A film crew captures Vienna’s clandestine allure for the espionage thriller City of Spies

The backdrop certainly isn’t reassuring: I’m in front of a vape shop on a deserted backstreet in a dubious part of Favoriten, Vienna’s rundown 10th district, nervously double-checking the time and address on my email. The newly painted storefront – plugging vials of flavored nicotine for e-cigarettes in gaudy colors – seems both mundane and menacing, with a distinct air of not quite what it seems. But that’s exactly the point: Inside, British filmmaker Philip Moran and his team are shooting a scene for City of Spies, an independent spy thriller set in Vienna. Two years in the making, the film has long been a passion project for writer, director and local resident Moran.

He’s certainly not the first: Vienna has long been regarded as the spy capital of the world (see “Capital of Cloak and Dagger,” Met Feb, 2017), with intelligence agencies drawn by Austria’s neutrality, international organizations and very permissive espionage laws. Experts estimate around 8,000 agents operate in the city, though I’d posit the really good ones haven’t been counted. And while Vienna has changed much since Orson Welles hid in dark doorways as Harry Lime in The Third Man, its grip on the imagination has not.

The story follows 21-year-old, Kindra Starr, who steps into the hidden world of her missing spy parents in the hope of finding the answer to their disappearance. Moran describes it as “a quirky thriller, part The Americans, part Fargo,” and the first in a series where Starr moves up the ranks.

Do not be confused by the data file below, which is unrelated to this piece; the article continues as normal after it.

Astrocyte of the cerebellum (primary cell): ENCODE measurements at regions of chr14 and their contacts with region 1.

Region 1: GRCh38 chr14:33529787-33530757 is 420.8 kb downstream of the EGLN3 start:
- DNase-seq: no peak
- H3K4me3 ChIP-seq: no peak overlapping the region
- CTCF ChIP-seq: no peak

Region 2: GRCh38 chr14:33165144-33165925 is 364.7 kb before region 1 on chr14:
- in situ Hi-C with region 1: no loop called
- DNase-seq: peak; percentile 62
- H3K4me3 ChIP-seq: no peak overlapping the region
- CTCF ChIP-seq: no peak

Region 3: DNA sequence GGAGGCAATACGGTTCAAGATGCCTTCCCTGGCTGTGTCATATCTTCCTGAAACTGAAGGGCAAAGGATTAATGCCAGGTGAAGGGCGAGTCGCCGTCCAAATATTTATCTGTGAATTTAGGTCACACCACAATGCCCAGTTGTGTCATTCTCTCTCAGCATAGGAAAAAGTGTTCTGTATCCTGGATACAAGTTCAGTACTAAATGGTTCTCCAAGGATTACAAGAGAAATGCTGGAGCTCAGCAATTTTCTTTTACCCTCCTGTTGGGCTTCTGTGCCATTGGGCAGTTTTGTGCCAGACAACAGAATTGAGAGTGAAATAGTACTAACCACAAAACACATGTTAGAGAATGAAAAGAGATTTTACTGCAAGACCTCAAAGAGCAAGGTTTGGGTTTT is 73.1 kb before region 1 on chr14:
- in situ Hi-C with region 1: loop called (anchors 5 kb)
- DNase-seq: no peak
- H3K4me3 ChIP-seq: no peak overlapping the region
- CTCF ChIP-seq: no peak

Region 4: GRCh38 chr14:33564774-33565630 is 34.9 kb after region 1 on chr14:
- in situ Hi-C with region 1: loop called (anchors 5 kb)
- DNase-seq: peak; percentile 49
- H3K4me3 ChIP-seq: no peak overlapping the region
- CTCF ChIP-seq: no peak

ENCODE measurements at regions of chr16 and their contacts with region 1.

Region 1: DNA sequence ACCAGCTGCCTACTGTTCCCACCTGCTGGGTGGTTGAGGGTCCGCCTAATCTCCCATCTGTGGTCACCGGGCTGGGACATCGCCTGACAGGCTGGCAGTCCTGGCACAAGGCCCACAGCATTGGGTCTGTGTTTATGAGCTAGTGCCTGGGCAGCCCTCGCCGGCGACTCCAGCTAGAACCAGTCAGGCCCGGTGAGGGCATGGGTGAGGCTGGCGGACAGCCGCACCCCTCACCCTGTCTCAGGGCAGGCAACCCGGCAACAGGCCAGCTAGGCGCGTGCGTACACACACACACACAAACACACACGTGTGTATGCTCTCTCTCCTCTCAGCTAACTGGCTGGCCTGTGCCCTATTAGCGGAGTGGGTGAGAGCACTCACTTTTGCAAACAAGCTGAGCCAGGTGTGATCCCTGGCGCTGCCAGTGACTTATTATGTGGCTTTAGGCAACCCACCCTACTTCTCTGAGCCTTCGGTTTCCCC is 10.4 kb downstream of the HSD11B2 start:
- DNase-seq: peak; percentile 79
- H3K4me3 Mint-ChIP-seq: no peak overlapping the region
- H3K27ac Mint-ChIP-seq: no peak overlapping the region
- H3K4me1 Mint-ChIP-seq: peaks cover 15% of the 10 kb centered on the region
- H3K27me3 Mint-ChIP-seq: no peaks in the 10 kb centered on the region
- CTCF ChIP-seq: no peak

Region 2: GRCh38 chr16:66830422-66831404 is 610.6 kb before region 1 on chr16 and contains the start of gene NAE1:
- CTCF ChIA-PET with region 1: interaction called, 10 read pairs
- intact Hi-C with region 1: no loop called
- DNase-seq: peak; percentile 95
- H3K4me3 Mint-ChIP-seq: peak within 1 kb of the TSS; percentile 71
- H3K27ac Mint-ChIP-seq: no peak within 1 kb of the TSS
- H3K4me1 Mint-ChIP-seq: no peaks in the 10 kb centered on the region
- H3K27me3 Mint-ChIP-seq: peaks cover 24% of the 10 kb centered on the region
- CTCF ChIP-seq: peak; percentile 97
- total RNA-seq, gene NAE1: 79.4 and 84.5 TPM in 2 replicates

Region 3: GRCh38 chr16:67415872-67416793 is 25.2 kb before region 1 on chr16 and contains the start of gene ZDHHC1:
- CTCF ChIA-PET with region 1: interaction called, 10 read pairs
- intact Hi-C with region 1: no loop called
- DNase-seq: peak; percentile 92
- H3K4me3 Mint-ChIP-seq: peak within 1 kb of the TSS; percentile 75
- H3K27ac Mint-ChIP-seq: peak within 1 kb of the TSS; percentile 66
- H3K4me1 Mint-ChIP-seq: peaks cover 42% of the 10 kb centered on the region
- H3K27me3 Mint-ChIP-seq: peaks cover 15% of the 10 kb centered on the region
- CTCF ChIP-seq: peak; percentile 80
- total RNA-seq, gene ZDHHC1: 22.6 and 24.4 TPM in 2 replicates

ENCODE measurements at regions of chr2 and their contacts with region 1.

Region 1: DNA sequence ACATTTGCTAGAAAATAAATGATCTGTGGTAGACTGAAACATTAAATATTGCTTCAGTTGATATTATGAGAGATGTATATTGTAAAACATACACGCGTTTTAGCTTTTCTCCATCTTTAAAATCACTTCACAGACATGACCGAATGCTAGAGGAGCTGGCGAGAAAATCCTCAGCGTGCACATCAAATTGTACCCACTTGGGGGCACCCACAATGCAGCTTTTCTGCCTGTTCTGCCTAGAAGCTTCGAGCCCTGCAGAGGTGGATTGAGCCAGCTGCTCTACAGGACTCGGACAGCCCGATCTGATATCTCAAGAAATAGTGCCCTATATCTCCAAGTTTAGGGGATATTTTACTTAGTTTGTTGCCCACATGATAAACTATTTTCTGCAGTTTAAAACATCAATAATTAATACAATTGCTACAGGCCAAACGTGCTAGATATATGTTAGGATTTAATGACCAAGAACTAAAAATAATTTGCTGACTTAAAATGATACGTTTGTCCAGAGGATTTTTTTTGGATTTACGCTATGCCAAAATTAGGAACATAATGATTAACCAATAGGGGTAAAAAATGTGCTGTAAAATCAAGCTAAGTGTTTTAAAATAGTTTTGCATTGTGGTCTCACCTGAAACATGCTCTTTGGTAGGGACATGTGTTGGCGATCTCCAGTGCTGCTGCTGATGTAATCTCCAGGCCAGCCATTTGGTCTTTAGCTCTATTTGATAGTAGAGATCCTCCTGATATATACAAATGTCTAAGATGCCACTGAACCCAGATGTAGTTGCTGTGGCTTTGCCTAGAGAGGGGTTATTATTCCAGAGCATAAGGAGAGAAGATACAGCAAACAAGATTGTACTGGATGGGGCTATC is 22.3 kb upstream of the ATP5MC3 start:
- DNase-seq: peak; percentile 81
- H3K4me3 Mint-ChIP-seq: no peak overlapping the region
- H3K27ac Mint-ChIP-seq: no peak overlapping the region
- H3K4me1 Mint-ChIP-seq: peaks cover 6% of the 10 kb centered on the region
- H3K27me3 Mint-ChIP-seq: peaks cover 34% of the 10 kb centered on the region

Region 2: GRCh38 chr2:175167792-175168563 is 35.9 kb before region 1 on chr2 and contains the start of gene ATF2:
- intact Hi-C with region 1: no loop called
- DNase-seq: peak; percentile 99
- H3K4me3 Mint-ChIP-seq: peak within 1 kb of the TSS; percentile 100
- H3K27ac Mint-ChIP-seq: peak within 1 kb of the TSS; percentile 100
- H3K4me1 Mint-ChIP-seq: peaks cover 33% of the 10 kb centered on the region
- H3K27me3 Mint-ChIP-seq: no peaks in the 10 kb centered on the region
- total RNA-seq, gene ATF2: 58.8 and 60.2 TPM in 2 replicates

The scene they’re filming as I arrive has Starr, played by British actress Scarlett Sheriff, trying to duck out of view after she suspects she’s being tailed. The small but dedicated crew file in behind the camera as Moran eyes the frame of the shot for her entrance. Though the scene is brief, her natural charm is engaging, her dedication evident.

Lights, Camera, Covert Action

The crew breaks for lunch and, strolling down the street, I get the chance to chat with Moran. The man behind City of Spies is actually a doctor of physics, but a long-held fascination for film has led him to finally create his feature debut. Before City of Spies, he worked on numerous film projects for international organizations like the UN and the OSCE, including covering the IFE14 in Jordan, a field exercise by the Comprehensive Nuclear-Test-Ban Treaty Organization simulating a nuclear inspection. It’s Moran’s involvement in these circles that helped inspire the story. Set within the expat diplomatic community, the cast features many familiar faces from the English-language theater scene, including David Wurawa, Dave Moskin, Joanna Godwin-Seidl and Alan Burgon.

Moran explains that his motivation to create a young female lead was driven by his desire to avoid conventions and his love of both twists and relatable figures. We talk over many of recent TV’s great modern protagonists: Walter White, Tony Soprano and Dexter Morgan, each of them deeply flawed yet eminently human. And while City of Spies’ protagonist Kindra Starr is of the same breed – an everywoman driven to extremes – her innocence and apparent fragility also toys with the viewer’s assumptions, making Starr’s transformation from ingénue to veteran all the more stark.

The changing political climate over the long course of the film’s production has certainly given the project a renewed urgency. Moran points out that Britain’s EU referendum and America’s presidential election were both marred by allegations of foreign interference and social media manipulation, giving City of Spies an additional poignancy.

The Cold War may be history, but the Great Game is far from over. And the “City of Spies” is the perfect backdrop for a world where public opinion is malleable, truth is a matter of consensus and private information is the greatest currency.

City of Spies will be released in spring 2018. facebook.com/cityofspiesfilm